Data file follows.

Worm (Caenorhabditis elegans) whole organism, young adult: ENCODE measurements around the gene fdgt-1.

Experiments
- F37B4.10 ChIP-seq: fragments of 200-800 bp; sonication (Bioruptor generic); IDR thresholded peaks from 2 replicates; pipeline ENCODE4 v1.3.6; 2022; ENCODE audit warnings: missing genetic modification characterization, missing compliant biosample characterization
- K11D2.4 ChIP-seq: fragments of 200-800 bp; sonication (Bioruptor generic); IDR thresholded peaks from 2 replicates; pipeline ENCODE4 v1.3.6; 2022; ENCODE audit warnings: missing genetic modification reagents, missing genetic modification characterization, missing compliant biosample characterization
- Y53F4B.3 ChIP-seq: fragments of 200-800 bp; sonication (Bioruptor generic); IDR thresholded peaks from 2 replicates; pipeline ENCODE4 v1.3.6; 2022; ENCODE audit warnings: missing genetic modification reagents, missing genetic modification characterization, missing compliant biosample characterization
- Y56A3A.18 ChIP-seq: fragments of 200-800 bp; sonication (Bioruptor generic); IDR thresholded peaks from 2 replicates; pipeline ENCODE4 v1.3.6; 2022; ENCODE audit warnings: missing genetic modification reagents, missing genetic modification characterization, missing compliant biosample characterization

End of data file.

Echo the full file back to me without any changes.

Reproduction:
Worm (Caenorhabditis elegans) whole organism, young adult: ENCODE measurements around the gene fdgt-1.

Experiments
- F37B4.10 ChIP-seq: fragments of 200-800 bp; sonication (Bioruptor generic); IDR thresholded peaks from 2 replicates; pipeline ENCODE4 v1.3.6; 2022; ENCODE audit warnings: missing genetic modification characterization, missing compliant biosample characterization
- K11D2.4 ChIP-seq: fragments of 200-800 bp; sonication (Bioruptor generic); IDR thresholded peaks from 2 replicates; pipeline ENCODE4 v1.3.6; 2022; ENCODE audit warnings: missing genetic modification reagents, missing genetic modification characterization, missing compliant biosample characterization
- Y53F4B.3 ChIP-seq: fragments of 200-800 bp; sonication (Bioruptor generic); IDR thresholded peaks from 2 replicates; pipeline ENCODE4 v1.3.6; 2022; ENCODE audit warnings: missing genetic modification reagents, missing genetic modification characterization, missing compliant biosample characterization
- Y56A3A.18 ChIP-seq: fragments of 200-800 bp; sonication (Bioruptor generic); IDR thresholded peaks from 2 replicates; pipeline ENCODE4 v1.3.6; 2022; ENCODE audit warnings: missing genetic modification reagents, missing genetic modification characterization, missing compliant biosample characterization